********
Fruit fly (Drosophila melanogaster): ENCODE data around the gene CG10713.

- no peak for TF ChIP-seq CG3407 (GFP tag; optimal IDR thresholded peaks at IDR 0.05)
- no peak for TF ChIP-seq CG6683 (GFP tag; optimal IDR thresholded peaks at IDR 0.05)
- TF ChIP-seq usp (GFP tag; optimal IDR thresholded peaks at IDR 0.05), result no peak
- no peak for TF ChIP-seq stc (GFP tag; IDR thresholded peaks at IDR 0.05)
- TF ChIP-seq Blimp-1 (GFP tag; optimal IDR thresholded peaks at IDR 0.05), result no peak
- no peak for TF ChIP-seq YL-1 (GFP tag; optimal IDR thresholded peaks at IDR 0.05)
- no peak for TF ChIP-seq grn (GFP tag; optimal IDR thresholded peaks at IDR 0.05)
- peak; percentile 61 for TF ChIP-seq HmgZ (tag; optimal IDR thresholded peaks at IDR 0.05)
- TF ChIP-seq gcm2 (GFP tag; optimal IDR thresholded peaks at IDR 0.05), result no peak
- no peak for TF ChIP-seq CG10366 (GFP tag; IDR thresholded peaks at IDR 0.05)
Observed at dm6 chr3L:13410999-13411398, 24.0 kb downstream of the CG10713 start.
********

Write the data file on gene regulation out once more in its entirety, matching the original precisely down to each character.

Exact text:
Fruit fly (Drosophila melanogaster): ENCODE data around the gene CG10713.

- no peak for TF ChIP-seq CG3407 (GFP tag; optimal IDR thresholded peaks at IDR 0.05)
- no peak for TF ChIP-seq CG6683 (GFP tag; optimal IDR thresholded peaks at IDR 0.05)
- TF ChIP-seq usp (GFP tag; optimal IDR thresholded peaks at IDR 0.05), result no peak
- no peak for TF ChIP-seq stc (GFP tag; IDR thresholded peaks at IDR 0.05)
- TF ChIP-seq Blimp-1 (GFP tag; optimal IDR thresholded peaks at IDR 0.05), result no peak
- no peak for TF ChIP-seq YL-1 (GFP tag; optimal IDR thresholded peaks at IDR 0.05)
- no peak for TF ChIP-seq grn (GFP tag; optimal IDR thresholded peaks at IDR 0.05)
- peak; percentile 61 for TF ChIP-seq HmgZ (tag; optimal IDR thresholded peaks at IDR 0.05)
- TF ChIP-seq gcm2 (GFP tag; optimal IDR thresholded peaks at IDR 0.05), result no peak
- no peak for TF ChIP-seq CG10366 (GFP tag; IDR thresholded peaks at IDR 0.05)
Observed at dm6 chr3L:13410999-13411398, 24.0 kb downstream of the CG10713 start.